Wednesday, September 1, 2010

The resolution of the election

There's been a lot going on, so these are just some random thoughts about the (non) election which, whilst indecisive, I believe is all to the good. Already we've seen Tony Abbott in his true colours, first refusing to submit his policies to Treasury for costing and then, inevitably having to agree to do so. Why didn't he just agree in the first place? He looked very silly behaving the way he did: result shot in foot with own gun!
Julia Gillard on the other hand is desperate about this: she wants to "win" this election so badly she can taste it. By that I mean that she wants to be able to form a government. If I was her I wouldn't want to be the shortest lived Australian PM. It also appears that she isn't sleeping very well - she looks tired and drawn.
What we are seeing, despite the missteps from Abbott, is that both sides realise that this is the end of their picnic. They can no longer behave like they have been and expect the Australian public to cop it. I hope the independents keep whoever forms government on their toes. In this regard we want no backsliding.
The other thing we want no more of is Julie Bishop's heckling from the sidelines. As a deputy leader of a major party she has a very limited repertoire and none of it is either very useful or very flattering. My view is that she would do her party a great deal of good by learning a new repertoire that had some positives in it, which focused on what her party was going to deliver and how, and which stopped with the bagging of all and sundry. Enough already from you Julie.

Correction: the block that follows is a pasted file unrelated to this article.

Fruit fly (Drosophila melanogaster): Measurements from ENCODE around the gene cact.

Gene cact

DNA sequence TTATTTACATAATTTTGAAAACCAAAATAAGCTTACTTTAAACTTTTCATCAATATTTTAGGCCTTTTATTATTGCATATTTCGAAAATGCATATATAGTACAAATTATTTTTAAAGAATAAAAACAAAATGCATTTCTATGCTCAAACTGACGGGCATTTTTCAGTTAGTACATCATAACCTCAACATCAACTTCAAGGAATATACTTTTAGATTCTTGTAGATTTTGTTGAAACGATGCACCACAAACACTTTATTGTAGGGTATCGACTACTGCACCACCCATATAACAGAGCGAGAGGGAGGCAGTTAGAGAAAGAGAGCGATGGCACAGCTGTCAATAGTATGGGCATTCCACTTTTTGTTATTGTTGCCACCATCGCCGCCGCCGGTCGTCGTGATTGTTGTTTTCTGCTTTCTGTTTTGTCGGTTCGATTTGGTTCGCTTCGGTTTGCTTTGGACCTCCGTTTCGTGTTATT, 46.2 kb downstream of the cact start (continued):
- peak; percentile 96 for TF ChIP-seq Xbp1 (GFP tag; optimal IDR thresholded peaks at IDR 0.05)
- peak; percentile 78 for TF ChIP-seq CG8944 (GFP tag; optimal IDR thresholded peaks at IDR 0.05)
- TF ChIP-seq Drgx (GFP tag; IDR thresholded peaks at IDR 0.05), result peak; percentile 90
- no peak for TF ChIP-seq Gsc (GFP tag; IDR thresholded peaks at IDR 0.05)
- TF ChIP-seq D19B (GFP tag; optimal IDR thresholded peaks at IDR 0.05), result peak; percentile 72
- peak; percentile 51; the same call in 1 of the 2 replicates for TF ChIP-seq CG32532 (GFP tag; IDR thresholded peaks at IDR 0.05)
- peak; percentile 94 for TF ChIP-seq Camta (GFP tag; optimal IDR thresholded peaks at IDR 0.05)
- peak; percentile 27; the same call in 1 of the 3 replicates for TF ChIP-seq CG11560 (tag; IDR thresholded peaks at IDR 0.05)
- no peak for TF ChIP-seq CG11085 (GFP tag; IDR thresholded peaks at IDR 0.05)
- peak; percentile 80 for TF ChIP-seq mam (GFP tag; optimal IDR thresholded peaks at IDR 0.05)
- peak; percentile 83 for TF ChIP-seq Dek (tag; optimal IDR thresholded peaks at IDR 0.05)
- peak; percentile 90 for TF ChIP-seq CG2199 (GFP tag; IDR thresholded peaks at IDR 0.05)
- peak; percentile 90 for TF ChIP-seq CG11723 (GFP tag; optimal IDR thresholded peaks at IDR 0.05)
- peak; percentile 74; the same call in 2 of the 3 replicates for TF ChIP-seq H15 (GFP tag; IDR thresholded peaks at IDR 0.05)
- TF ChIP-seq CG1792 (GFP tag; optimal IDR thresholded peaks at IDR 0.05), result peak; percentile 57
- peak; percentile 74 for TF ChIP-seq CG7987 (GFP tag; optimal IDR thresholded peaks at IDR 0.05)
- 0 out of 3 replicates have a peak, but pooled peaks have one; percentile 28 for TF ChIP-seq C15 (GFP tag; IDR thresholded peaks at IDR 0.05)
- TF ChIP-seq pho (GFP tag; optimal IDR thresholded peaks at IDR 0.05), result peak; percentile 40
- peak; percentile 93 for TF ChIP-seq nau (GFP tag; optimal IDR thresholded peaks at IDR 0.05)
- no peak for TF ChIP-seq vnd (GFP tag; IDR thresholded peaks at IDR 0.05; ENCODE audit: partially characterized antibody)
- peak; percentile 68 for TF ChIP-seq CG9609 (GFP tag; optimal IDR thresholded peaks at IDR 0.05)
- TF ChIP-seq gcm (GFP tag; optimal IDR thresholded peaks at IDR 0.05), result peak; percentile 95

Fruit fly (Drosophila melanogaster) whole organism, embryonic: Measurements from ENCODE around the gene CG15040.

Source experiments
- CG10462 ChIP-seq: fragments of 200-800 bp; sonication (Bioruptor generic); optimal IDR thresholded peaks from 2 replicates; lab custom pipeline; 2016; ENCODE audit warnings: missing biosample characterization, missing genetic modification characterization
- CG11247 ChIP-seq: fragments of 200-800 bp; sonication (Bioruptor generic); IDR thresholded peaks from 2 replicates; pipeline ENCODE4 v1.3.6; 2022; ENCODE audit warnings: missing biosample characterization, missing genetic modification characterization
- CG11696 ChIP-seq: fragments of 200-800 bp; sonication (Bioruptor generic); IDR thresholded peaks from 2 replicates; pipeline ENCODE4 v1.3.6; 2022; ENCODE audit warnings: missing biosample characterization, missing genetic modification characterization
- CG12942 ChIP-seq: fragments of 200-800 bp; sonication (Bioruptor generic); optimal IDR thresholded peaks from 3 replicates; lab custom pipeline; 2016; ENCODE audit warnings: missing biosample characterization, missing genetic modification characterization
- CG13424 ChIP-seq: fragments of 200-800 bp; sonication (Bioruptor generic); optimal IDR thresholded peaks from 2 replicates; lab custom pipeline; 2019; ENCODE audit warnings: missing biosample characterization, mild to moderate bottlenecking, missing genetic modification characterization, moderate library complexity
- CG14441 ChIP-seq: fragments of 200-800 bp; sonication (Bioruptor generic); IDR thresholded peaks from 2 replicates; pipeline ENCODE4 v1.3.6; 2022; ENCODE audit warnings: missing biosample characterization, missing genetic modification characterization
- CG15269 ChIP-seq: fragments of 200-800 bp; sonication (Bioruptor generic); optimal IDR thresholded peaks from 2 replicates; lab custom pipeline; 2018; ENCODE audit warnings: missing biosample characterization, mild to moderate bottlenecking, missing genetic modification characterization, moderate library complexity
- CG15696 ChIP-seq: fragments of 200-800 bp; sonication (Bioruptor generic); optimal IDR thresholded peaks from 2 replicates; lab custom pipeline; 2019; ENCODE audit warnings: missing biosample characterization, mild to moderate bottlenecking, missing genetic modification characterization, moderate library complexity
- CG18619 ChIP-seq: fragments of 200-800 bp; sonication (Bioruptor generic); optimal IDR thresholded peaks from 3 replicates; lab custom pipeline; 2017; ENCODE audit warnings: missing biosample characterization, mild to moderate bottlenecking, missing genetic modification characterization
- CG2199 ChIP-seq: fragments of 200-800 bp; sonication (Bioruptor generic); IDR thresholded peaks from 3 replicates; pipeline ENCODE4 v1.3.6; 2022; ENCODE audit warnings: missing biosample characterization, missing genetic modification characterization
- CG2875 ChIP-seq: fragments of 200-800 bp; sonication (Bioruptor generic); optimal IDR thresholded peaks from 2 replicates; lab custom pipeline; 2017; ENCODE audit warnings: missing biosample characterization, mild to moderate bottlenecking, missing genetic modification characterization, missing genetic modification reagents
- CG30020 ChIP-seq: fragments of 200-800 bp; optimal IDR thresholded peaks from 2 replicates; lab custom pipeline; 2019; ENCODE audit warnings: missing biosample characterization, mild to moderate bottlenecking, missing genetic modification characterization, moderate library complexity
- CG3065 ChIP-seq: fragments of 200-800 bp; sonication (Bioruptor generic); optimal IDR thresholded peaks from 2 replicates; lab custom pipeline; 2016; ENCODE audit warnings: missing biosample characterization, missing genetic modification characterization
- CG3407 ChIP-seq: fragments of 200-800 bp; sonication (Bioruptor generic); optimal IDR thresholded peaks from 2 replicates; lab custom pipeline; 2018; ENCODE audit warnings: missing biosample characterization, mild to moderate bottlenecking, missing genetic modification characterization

Now to the "independents", Katter, Oakeshott, Windsor, Wilkie and Crook. This is where it gets interesting. The first three are tending to hunt as a pack, Wilkie has said he wants none of that and Crook has simply said that whilst he's a National he won't be on the coalition benches. Whilst Alby Schultz might claim that Crook has "done a deal with the ALP" I think we can be pretty certain that Crook won't help the ALP form government. There's the matter of the mining tax. Julia Gillard is in the position where she can't win on that: if she drops it Crook might well support her but a great big chunk of Australia will say "they've done it again, first the ETS now this". That would be pretty terminal in terms of public trust in the ALP. On the other hand Crook is on the record as saying he can't support the tax.
Andrew Wilkie may well be the first to show his hand, and maybe as early as today. Adam Bandt has already shot his bolt, saying very early on that he would support Labor. So the next cab off the rank is Wilkie. Ordinarily I would expect him to support Labor - that represents a win-win for him. He will keep the Labor voters happy in his seat and he will be able to exert independent leverage therefore keeping his own voters happy. However I suspect it is not that simple. Andrew has moments when he appears to be a zealot of the purest type. That being the case he won't do what appears logical to you or me. Watch this space.
As for the other three, whilst Bob Katter points out that the three state electorates within his seat all vote Labor and that his vote is personal rather than party aligned, I nevertheless believe that it will be hard for him to align with Labor. More importantly he is appearing to act as a bloc with the other two independents. Whilst he might want to align with Labor I think that Oakeshott may well be the stumbling block.
My guess, and that's all it is, is that we'll end up with a coalition government supported by the bloc of three. Please note Julie Bishop that has nothing to do with who got the greatest two party preferred vote or any other measure - all that's irrelevant. The only thing that matters is who can go to the Governor General and form a government and who can survive on the floor of the house. But I'm sure you don't get that - you show no public signs of doing so.
The next few days will tell and it will be interesting. What will be perhaps more interesting is whether, in the longer term, the independents and Adam Bandt can move beyond a pork barrelling mentality to understand that they have obligations to the whole of Australia and that they will be badly punished if they don't live up to them.

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